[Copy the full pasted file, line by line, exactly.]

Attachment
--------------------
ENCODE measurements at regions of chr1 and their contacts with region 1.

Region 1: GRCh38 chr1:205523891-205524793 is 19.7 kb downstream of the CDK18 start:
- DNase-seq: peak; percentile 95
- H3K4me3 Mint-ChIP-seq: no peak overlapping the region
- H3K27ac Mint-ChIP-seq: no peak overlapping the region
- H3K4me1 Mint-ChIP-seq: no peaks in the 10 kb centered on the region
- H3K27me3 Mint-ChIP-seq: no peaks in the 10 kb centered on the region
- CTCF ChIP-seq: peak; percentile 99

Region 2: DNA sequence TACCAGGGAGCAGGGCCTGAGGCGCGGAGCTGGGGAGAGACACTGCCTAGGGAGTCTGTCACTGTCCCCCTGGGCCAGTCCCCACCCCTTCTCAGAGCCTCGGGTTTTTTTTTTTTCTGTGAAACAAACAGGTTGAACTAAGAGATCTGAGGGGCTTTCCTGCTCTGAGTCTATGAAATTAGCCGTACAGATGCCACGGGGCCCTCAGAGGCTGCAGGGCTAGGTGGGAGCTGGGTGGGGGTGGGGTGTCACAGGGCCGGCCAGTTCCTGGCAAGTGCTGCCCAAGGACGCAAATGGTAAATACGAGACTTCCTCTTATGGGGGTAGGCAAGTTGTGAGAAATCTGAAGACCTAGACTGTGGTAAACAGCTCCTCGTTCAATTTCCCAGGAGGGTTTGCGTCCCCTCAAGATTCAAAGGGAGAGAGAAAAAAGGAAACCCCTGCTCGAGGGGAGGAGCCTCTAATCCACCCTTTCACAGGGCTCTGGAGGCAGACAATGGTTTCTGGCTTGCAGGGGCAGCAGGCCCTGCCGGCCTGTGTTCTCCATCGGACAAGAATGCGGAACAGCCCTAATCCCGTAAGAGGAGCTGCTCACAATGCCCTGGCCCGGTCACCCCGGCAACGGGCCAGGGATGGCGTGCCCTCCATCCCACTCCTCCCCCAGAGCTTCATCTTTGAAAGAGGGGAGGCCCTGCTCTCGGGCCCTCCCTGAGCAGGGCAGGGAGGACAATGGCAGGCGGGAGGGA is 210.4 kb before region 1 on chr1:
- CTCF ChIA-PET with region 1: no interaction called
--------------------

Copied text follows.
ENCODE measurements at regions of chr1 and their contacts with region 1.

Region 1: GRCh38 chr1:205523891-205524793 is 19.7 kb downstream of the CDK18 start:
- DNase-seq: peak; percentile 95
- H3K4me3 Mint-ChIP-seq: no peak overlapping the region
- H3K27ac Mint-ChIP-seq: no peak overlapping the region
- H3K4me1 Mint-ChIP-seq: no peaks in the 10 kb centered on the region
- H3K27me3 Mint-ChIP-seq: no peaks in the 10 kb centered on the region
- CTCF ChIP-seq: peak; percentile 99

Region 2: DNA sequence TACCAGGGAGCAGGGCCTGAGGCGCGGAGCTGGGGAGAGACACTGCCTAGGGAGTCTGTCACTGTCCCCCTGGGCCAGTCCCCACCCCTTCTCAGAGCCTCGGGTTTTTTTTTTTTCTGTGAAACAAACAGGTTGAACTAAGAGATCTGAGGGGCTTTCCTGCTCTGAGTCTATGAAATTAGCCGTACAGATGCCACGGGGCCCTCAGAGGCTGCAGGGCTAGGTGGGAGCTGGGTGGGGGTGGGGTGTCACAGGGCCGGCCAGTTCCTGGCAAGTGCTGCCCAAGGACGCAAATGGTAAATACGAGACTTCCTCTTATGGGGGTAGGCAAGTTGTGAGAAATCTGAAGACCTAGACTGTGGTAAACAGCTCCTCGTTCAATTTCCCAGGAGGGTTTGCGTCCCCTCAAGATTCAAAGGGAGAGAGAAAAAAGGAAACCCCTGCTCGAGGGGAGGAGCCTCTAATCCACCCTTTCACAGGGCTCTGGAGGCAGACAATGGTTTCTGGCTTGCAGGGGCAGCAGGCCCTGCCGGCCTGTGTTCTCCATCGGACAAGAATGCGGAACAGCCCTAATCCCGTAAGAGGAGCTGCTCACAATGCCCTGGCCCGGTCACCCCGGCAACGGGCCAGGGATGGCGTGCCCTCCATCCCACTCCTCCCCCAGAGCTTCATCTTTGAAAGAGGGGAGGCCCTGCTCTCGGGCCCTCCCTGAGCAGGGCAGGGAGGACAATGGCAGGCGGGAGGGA is 210.4 kb before region 1 on chr1:
- CTCF ChIA-PET with region 1: no interaction called